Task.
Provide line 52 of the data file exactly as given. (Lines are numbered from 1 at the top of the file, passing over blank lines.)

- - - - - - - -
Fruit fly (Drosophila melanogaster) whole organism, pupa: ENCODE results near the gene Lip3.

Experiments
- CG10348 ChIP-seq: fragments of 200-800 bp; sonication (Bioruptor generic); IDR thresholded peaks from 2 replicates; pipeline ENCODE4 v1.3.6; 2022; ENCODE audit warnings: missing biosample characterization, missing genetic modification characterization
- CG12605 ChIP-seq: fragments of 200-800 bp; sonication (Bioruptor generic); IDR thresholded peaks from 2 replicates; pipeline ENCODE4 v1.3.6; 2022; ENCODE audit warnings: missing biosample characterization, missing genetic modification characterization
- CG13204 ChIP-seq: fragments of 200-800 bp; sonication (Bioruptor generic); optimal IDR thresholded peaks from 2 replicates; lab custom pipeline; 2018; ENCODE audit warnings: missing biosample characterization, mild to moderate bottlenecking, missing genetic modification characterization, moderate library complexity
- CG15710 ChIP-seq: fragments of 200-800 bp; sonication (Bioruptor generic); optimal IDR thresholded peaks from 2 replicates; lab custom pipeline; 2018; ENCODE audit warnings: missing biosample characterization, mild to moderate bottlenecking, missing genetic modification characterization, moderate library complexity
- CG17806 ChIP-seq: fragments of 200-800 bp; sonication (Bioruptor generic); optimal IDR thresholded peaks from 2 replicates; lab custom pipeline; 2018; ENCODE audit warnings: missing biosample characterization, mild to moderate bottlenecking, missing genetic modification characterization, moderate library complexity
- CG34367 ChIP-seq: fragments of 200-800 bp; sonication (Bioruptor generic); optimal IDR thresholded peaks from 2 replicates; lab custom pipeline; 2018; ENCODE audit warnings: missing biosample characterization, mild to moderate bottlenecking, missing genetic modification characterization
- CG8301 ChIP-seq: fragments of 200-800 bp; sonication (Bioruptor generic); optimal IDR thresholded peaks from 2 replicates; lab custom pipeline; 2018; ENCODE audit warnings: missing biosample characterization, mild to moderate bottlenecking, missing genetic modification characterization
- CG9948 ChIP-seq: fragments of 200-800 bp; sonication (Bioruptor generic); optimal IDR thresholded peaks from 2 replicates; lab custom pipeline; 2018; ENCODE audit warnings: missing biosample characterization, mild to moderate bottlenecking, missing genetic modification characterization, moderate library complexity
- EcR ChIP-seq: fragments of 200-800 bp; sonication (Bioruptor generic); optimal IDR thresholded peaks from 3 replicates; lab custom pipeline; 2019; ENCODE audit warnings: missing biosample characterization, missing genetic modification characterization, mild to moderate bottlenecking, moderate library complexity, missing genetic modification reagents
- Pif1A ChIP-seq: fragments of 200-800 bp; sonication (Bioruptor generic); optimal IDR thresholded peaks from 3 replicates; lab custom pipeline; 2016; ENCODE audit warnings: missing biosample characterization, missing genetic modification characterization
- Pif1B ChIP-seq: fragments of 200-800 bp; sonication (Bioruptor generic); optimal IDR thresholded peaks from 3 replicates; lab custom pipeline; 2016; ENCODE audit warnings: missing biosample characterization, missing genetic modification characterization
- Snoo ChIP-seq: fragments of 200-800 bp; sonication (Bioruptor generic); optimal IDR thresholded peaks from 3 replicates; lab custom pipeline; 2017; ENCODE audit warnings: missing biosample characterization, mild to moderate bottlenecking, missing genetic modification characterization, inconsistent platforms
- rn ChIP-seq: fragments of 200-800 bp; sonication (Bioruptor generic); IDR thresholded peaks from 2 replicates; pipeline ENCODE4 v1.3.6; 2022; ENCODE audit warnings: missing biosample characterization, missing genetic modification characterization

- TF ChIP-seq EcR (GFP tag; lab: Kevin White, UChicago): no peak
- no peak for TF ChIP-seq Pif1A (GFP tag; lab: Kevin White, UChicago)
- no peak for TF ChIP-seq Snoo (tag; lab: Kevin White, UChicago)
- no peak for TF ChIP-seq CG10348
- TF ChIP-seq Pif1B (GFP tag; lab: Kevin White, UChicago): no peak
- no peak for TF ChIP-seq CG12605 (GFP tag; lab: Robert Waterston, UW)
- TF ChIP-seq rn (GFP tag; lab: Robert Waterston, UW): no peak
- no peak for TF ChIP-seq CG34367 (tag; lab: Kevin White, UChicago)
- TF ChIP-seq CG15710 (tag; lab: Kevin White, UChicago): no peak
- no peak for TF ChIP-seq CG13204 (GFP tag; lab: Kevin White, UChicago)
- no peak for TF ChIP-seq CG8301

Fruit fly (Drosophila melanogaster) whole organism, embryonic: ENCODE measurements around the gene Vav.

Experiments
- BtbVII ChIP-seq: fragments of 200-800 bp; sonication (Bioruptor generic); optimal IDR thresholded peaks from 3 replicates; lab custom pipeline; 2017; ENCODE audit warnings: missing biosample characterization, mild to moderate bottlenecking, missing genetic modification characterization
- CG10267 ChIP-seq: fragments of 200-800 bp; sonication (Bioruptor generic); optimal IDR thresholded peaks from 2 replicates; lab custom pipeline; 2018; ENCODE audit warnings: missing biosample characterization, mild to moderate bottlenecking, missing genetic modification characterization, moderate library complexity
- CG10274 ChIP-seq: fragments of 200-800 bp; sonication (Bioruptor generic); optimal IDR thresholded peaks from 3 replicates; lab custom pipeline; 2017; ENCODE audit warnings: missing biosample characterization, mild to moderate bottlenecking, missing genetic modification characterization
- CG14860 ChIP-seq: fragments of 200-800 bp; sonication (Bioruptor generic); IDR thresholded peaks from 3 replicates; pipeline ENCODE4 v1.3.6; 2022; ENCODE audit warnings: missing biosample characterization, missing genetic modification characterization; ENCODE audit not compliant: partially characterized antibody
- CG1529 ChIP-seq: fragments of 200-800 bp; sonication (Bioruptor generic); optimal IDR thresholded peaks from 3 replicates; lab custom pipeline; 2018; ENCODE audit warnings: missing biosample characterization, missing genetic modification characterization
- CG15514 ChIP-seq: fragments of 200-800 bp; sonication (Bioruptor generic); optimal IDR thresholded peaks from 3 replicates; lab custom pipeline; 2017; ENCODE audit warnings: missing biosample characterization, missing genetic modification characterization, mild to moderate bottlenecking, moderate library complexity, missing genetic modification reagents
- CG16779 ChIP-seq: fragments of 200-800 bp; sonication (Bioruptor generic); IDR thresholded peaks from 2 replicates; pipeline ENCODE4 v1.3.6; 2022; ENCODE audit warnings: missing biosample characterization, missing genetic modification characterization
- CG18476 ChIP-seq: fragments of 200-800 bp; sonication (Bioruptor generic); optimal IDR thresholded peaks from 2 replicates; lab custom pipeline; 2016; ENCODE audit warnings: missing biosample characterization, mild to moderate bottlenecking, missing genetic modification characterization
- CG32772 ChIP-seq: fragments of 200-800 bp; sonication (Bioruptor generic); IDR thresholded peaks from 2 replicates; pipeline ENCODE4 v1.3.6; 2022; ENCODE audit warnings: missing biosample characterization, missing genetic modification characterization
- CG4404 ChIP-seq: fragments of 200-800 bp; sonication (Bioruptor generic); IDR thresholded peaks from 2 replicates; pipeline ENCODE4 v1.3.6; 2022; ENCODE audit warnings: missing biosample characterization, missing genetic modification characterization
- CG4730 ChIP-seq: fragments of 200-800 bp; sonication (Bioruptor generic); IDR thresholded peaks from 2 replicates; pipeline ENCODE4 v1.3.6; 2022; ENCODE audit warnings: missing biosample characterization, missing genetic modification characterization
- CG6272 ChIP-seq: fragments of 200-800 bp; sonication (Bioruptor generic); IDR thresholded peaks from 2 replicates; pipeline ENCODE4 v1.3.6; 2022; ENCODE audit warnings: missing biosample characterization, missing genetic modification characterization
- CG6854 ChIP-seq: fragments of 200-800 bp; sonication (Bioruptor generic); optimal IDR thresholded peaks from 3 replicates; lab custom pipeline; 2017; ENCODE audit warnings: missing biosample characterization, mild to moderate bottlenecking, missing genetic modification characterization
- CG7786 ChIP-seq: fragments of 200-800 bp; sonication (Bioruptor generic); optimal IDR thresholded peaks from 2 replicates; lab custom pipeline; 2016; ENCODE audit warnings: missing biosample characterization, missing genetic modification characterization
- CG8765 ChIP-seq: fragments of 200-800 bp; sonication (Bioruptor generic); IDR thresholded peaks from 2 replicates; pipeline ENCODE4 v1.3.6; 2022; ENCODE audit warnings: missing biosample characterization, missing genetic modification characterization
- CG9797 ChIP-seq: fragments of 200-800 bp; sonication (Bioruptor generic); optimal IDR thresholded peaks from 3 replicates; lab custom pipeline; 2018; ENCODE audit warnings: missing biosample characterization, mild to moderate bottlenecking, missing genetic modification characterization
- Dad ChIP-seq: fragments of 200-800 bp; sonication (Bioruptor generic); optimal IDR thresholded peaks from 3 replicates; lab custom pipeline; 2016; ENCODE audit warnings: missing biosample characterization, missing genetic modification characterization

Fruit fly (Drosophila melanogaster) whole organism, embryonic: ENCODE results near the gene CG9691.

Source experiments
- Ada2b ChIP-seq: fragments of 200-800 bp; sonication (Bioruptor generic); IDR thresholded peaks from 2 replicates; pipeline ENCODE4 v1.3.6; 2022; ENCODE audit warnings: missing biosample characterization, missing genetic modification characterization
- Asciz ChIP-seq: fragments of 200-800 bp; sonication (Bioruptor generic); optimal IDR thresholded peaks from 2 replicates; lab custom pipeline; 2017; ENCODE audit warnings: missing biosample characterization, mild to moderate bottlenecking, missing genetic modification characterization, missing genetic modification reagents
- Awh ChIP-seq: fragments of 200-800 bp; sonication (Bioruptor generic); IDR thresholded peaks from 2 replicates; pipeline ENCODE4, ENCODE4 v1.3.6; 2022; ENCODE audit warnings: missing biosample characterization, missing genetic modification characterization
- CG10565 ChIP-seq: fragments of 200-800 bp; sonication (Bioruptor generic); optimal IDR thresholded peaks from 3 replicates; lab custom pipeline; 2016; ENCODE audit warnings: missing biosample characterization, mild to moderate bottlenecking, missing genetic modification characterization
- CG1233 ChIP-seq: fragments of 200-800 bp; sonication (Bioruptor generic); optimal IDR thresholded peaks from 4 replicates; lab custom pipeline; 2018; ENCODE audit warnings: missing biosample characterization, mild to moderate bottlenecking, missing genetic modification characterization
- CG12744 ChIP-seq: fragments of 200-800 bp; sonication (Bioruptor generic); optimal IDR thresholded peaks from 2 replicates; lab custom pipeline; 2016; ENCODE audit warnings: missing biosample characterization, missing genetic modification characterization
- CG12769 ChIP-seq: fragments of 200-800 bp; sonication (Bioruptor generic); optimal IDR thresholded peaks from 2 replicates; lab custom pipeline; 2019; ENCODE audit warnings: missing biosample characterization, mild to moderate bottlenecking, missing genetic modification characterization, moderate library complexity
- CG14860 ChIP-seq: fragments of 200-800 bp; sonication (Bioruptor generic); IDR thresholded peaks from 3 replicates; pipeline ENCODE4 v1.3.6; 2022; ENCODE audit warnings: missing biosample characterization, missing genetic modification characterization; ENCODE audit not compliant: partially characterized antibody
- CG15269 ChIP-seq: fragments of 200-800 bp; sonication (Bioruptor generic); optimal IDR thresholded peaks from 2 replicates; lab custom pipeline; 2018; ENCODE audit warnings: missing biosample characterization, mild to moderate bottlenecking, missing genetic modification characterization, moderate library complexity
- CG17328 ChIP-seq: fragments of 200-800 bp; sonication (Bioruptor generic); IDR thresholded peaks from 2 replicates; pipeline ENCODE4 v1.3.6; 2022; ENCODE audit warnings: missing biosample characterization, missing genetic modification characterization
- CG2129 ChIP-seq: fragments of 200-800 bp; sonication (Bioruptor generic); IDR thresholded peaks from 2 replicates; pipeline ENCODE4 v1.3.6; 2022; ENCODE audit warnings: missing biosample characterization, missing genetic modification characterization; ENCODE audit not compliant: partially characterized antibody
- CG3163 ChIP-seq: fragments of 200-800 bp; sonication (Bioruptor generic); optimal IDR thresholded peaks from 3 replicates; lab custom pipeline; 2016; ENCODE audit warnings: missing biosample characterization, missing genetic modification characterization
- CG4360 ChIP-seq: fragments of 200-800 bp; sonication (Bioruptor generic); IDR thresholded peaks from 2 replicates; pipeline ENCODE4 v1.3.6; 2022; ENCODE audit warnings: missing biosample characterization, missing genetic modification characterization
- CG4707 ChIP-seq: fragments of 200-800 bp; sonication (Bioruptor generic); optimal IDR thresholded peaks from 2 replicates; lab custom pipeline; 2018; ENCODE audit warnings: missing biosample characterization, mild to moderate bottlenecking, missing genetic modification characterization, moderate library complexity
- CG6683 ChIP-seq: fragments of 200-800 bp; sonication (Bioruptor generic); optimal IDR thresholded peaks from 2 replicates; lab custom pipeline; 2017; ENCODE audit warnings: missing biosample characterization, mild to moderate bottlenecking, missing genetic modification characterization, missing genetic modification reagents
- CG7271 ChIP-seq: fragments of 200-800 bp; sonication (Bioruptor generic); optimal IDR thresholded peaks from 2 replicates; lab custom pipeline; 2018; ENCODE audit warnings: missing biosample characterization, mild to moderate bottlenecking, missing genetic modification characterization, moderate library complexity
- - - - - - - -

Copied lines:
- CG1233 ChIP-seq: fragments of 200-800 bp; sonication (Bioruptor generic); optimal IDR thresholded peaks from 4 replicates; lab custom pipeline; 2018; ENCODE audit warnings: missing biosample characterization, mild to moderate bottlenecking, missing genetic modification characterization